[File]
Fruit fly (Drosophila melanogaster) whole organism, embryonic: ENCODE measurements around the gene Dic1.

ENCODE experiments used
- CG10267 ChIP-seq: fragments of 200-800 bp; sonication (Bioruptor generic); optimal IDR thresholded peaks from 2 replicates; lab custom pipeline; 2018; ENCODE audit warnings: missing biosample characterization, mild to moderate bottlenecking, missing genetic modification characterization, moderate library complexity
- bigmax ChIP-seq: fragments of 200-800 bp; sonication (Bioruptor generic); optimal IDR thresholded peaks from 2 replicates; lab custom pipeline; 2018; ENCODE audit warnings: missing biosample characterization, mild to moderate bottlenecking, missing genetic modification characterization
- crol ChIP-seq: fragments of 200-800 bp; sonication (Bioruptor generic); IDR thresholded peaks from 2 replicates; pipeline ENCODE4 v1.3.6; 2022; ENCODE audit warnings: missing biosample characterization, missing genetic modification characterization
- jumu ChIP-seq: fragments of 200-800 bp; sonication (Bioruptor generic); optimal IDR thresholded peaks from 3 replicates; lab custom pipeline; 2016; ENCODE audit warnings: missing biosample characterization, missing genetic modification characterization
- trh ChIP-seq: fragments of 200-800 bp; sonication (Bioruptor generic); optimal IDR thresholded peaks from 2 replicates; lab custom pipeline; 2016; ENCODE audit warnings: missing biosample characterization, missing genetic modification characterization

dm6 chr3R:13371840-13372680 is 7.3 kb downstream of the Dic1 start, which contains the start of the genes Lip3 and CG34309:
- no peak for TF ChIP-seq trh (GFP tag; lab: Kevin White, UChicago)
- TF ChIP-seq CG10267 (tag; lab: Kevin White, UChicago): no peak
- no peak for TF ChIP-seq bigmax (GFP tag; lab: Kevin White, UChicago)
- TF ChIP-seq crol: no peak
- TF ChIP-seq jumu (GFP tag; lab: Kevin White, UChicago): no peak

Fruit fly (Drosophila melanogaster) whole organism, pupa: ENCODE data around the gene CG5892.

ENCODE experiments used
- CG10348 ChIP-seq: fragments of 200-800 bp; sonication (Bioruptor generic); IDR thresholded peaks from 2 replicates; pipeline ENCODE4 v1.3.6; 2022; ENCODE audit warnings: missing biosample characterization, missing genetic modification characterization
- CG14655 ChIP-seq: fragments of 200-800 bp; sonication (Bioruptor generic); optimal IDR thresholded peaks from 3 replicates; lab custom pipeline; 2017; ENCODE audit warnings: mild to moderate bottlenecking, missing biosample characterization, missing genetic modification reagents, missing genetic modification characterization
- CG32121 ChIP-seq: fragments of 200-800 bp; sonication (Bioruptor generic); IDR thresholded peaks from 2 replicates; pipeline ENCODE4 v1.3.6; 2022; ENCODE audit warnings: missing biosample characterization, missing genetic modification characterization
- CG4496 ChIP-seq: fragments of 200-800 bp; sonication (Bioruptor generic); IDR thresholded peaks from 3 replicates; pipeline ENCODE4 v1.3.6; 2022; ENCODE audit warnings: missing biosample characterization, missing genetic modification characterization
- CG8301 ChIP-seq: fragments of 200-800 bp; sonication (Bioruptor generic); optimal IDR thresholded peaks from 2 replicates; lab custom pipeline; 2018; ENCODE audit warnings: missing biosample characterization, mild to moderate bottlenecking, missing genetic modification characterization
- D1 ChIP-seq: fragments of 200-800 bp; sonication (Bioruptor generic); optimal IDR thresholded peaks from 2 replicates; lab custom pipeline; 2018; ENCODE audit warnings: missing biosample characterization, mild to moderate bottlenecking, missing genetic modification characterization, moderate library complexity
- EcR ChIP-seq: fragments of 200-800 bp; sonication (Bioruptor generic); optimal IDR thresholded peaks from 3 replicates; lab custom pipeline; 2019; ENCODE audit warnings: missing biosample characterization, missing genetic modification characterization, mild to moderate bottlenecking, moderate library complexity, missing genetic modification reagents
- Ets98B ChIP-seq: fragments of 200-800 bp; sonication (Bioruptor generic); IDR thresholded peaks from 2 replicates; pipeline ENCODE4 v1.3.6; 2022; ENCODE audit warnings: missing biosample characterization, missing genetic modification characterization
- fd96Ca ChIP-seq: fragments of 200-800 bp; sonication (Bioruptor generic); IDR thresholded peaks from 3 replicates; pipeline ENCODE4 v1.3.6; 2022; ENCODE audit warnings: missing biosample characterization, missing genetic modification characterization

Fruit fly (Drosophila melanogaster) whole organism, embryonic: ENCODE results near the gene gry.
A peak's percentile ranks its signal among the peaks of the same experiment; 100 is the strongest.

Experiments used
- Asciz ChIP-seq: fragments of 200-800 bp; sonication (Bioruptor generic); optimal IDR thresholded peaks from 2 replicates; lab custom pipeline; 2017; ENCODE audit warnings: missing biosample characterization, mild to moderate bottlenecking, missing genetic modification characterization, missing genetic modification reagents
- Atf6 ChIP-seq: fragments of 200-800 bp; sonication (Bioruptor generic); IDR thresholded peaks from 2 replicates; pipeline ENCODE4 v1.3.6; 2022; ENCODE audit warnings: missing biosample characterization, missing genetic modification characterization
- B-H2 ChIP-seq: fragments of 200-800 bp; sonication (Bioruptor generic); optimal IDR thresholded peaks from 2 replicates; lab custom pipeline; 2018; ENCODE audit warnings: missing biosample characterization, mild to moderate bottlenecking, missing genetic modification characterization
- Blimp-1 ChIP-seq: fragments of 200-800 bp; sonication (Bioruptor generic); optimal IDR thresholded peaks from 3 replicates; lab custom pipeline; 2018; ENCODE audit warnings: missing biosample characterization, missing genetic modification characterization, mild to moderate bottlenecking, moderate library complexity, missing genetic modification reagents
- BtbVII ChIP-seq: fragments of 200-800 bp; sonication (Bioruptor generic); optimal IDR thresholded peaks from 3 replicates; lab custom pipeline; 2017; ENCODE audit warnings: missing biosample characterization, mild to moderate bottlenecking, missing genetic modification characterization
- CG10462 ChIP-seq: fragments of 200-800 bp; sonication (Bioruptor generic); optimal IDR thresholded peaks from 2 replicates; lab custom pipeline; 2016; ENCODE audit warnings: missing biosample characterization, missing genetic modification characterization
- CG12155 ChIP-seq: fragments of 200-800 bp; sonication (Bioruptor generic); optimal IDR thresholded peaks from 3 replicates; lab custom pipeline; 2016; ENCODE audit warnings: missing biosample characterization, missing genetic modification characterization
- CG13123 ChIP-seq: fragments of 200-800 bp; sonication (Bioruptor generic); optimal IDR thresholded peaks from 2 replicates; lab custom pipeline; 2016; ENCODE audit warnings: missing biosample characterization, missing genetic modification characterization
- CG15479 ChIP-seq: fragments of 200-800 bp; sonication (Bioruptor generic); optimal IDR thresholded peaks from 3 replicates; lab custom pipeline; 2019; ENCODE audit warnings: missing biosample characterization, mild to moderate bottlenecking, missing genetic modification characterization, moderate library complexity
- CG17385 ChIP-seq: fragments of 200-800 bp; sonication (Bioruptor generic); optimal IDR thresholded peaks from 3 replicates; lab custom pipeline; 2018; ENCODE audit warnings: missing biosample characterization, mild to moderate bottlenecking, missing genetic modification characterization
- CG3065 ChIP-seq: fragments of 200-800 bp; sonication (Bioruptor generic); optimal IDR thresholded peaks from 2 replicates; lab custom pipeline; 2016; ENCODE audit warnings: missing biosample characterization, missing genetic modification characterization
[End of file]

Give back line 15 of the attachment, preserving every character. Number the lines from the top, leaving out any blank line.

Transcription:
ENCODE experiments used